Wage hikes are expected this year, study finds, but other prices may go up too
MADISON, Wis. (WMTV) - In response to a worker shortage, employers are planning to step up their wages, according to a survey released this week by the Wisconsin Manufacturers & Commerce.
After surveying more than 250 businesses of different sizes across the state, the WMC said at least eight in ten companies are planning to raise wages by 3 percent or more this year.
“This is the fastest that we have seen wages go up in recent memory, and it’s a testament to the fact that businesses are really struggling to hire right now,” Nick Novak, WMC spokesperson, said.
Novak said the pay bumps also reflect competition among employers.
“They are desperate for workers, and in some cases need to steal them away from other employers who are right down the street,” he said.
At Smart Motors, a Toyota dealership in Madison, HR Director Peter Graper said entry level jobs start at around $15 per hour, about $3 higher than what the wages were for the last decade.
“It’s hard to deny that when the market changed we had to change along with it, or we didn’t get applicants,” Graper said. “Moving our entry level wage up simply got us more applicants.”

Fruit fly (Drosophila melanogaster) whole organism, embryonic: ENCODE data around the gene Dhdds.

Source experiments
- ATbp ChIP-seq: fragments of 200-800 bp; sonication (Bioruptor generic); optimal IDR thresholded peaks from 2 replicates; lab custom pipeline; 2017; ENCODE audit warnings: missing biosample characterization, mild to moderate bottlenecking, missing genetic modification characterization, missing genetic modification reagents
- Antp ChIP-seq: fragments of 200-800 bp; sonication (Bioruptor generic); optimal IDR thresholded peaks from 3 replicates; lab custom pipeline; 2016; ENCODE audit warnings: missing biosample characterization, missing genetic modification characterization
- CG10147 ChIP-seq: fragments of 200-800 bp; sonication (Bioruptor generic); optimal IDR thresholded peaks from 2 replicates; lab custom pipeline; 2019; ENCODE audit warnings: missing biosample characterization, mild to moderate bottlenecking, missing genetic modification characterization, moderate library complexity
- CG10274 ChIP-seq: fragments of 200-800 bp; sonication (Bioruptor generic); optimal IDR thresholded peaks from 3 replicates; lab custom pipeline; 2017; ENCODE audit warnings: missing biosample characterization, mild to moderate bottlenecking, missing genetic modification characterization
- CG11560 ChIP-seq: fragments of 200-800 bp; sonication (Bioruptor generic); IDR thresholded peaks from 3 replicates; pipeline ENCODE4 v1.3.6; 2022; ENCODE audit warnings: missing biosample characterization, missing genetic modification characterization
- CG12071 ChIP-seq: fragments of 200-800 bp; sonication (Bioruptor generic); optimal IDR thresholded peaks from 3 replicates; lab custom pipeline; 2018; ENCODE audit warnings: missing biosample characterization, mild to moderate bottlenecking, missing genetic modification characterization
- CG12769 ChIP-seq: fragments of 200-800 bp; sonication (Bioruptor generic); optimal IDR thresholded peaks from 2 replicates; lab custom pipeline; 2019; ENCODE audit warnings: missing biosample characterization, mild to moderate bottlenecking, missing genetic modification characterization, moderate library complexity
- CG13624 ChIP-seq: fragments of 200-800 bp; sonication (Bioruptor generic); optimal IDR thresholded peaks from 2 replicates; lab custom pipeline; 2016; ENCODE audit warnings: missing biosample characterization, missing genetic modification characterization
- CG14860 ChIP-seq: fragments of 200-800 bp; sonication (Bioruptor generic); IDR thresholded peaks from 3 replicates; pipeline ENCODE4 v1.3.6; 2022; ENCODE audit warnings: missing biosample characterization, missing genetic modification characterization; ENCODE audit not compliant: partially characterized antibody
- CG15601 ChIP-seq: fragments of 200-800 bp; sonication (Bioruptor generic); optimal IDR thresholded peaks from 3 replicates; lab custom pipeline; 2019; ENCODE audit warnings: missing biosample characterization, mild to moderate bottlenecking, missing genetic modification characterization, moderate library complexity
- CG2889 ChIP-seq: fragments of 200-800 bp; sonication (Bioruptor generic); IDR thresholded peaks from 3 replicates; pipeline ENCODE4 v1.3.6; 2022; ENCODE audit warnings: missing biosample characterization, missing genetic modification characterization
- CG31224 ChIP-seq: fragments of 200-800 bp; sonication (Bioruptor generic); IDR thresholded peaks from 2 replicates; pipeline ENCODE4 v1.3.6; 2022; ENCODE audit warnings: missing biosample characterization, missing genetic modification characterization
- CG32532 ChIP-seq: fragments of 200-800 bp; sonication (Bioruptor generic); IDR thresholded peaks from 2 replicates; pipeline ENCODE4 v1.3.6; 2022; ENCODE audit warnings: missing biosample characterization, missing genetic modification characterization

While the wages are higher than before, Graper added his offers may not be enough.
“Maybe it was OK six months ago, but with prices increasing on everything, we may need to go higher. We see that as an evolution of wages, but that also means our prices increase, so it’s a two-edged sword,” he said.
According to Noah Williams, economics professor at UW-Madison, policymakers are fearing a “wage-price spiral.” Williams explained, if wages go up due to labor shortages or because workers are demanding more to keep up with increasing prices, the result could be more inflation.
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